Age and genetics are among the most well-known unavoidable factors that can increase the risk of dementia.
But experts have now released a definitive list of 16 more possibilities increases the likelihood that a person will develop a memory disorder.
Obesity, smoking and not getting enough exercise are some of the more obvious habits that can make you vulnerable to the syndrome, which affects almost a million Brits and seven million Americans.
But tooth loss, too little sleep and eating too much highly processed food are also on the list.
The list was compiled by Alzheimer’s Disease International (ADI), a coalition of 100 Alzheimer’s associations around the world.
A new report from Alzheimer’s Disease International highlighted 16 modifiable risk factors that could influence dementia risk
Alzheimer’s disease, in which certain proteins build up in the brain and affect its function, is the most common cause of dementia, accounting for about two out of three cases.
ADI said even if just 12 of the 16 identified risk factors were addressed, 55.6 million cases of dementia could be prevented by 2050.
They warned that many studies that can point to everything from eating blueberries to drinking champagne as a way to reduce dementia risk are confusing people about what actual steps they can take to reduce their risk.
Dementia is not a disease in itself, but rather the result of another disease.
It is characterized by progressive memory loss and difficulty carrying out everyday activities, depriving people, especially older people, of their independence.
As already mentioned, Alzheimer’s is one of the main causes of the disease.
Another major cause is vascular problems, in which the blood supply to the brain is interrupted by a stroke or a series of “mini-strokes.”
There is no cure, but people can take steps to reduce the risk of developing the disease.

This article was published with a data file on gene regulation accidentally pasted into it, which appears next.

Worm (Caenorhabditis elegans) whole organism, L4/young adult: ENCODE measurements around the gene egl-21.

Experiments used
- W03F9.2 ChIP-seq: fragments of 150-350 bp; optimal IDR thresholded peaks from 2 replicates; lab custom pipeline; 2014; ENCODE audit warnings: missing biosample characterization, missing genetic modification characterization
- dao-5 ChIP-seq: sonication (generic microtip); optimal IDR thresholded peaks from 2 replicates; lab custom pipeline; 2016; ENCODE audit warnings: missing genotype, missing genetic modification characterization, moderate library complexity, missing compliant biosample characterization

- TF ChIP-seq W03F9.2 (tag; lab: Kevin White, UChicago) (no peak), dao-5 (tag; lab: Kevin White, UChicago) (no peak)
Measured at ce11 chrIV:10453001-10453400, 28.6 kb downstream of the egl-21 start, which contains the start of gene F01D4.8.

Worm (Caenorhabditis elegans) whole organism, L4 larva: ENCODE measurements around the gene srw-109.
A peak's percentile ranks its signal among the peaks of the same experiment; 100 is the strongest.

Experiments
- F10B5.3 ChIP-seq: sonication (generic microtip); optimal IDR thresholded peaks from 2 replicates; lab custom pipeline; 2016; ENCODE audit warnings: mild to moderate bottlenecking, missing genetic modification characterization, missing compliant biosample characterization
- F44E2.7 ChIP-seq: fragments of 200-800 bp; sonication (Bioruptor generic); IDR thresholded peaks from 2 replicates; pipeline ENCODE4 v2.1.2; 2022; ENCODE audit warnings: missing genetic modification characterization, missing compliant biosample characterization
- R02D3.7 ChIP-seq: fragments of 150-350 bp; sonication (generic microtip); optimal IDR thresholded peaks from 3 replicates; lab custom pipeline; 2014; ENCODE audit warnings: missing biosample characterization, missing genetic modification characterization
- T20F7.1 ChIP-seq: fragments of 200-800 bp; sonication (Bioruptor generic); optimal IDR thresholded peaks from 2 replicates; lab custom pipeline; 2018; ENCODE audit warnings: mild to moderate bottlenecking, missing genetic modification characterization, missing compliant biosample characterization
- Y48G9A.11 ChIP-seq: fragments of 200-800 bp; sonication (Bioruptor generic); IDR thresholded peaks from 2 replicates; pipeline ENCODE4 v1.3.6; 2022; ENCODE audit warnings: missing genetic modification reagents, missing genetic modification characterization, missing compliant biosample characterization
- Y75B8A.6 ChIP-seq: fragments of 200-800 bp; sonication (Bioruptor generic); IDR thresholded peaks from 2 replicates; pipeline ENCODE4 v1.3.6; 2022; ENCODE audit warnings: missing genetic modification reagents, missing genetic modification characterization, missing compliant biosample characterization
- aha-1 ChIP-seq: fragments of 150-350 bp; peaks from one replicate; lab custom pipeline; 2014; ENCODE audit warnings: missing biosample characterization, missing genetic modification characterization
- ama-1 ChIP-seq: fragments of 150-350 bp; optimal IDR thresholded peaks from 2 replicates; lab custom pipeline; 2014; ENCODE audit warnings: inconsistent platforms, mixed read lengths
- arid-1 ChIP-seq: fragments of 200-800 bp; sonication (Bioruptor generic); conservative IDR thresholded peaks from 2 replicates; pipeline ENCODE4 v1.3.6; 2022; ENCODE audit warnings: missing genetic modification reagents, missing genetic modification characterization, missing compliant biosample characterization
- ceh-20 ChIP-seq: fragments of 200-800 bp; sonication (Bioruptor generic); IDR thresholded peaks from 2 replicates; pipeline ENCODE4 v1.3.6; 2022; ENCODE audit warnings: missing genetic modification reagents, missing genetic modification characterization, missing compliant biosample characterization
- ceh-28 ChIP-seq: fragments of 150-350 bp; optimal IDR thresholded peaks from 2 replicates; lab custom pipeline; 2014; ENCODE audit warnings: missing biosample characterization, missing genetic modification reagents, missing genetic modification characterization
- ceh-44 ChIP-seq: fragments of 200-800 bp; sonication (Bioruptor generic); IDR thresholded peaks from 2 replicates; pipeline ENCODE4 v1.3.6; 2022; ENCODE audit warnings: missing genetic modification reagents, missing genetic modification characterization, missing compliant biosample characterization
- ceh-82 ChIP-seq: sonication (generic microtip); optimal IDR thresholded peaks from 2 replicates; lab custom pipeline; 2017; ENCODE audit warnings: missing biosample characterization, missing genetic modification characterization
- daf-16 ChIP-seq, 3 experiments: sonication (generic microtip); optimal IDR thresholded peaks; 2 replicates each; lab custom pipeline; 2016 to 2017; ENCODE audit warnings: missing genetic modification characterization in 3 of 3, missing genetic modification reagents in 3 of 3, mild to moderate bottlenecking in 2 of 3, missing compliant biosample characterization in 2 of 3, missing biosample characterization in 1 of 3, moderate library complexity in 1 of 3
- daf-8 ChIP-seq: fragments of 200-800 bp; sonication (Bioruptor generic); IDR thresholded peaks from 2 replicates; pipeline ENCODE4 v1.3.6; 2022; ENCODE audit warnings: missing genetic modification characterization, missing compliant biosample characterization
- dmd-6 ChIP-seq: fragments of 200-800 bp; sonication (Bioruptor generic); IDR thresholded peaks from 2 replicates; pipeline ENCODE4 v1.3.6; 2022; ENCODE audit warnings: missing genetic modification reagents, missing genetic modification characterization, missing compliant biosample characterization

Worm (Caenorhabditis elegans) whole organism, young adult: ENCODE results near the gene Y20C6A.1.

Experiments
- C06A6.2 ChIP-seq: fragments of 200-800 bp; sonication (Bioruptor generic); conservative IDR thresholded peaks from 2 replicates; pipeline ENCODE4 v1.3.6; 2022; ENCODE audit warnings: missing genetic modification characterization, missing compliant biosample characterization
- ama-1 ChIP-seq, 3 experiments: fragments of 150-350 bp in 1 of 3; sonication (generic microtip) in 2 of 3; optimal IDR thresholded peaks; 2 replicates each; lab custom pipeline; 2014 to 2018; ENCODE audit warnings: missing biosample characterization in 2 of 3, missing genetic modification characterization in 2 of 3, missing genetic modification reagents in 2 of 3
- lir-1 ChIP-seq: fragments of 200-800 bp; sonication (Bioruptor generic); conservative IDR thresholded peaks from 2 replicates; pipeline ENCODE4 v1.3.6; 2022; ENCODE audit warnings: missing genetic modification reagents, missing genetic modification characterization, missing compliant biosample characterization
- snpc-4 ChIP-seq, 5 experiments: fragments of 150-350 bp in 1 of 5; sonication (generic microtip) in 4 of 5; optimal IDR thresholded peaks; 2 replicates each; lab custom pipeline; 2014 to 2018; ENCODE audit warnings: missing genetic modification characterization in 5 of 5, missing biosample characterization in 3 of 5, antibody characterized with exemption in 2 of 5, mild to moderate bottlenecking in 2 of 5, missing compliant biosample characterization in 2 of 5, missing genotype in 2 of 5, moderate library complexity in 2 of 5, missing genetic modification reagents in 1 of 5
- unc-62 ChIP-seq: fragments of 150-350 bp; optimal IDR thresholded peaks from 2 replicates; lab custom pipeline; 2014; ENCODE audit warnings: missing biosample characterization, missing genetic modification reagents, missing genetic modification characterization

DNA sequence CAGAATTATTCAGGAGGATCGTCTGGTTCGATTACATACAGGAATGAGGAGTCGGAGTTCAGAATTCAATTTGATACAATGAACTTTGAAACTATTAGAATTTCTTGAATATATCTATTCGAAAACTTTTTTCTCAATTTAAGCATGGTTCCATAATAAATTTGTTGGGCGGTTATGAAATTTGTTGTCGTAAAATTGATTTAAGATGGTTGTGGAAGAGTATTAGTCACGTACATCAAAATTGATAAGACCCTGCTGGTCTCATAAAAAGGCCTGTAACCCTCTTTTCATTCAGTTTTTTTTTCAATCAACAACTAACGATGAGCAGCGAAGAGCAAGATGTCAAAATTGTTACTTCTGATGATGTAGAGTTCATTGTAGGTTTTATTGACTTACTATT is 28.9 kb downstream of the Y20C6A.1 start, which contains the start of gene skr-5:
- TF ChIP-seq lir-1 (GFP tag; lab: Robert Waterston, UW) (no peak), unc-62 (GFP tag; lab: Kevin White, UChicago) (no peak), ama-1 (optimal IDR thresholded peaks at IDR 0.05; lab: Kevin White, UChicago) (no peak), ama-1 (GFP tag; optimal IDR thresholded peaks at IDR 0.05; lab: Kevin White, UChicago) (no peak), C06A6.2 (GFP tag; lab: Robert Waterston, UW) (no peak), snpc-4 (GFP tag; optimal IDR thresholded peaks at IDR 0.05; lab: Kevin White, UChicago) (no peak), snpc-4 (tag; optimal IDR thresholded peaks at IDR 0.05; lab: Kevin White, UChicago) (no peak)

ADI convened a panel of respected experts to report on the latest evidence on reducing the risk of dementia.
They found a total of 16 risk factors that were within people’s control, although some are easier to target than others.
A dozen matched those already identified in a leading 2020 study published in the journal The Lancet.
Some factors affect our physical health, such as high blood pressure, obesity, excessive alcohol consumption, lack of exercise, smoking, air pollution and diabetes.
These could contribute to the risk of dementia by affecting our cardiovascular health, affecting our risk of stroke and the overall health of our brain.
Another factor that affects brain health, repeated head injuries, such as those from rugby or boxing, also appears to increase the risk of dementia.
Other factors have less physical effects on our brains, but are related to the way we use them and are linked to an increased risk of dementia.
These included hearing loss, depression, lack of education and social isolation.
But in addition to these 12, the ADI researchers identified four other risks.
One of these was a poor diet and particularly one that contained highly processed foods (UPF).
Such foods, which contain a variety of emulsifiers, preservatives and artificial flavors and sweeteners, have recently come into the spotlight after researchers discovered a possible link to their consumption and poor cardiovascular health.
While ADI highlighted a number of studies linking UPF consumption to cognitive decline, it acknowledged that the exact mechanism by which it increases dementia risk is unknown.
However, the report pointed out that UPF consumption is linked to other known risk factors for dementia such as obesity, diabetes and cardiovascular disease as a possible explanation.
Another factor identified in the ADI report was untreated vision loss.
They said, similar to hearing loss, the exact mechanism behind the increased risk of dementia is unclear.
According to theories, loss of vision causes the brain to overwork to compensate for the lack of this sense. A concept called cognitive load. Vision loss is associated with reduced opportunities for brain stimulation and an overall increased risk of social isolation and poor mental health.
Alzheimer’s disease is the most common cause of dementia. The disease can cause anxiety, confusion and short-term memory loss
Tooth loss was another dementia factor identified in the ADI report.
They cited research that found that losing one tooth was associated with a 1.1 percent higher risk of dementia, and that losing 20 teeth increased the risk to 31 percent.
Similar to treating hearing loss with hearing aids, treating tooth loss with dentures appeared to reduce the increased risk of developing dementia.
How exactly tooth loss affected the risk of dementia was unclear.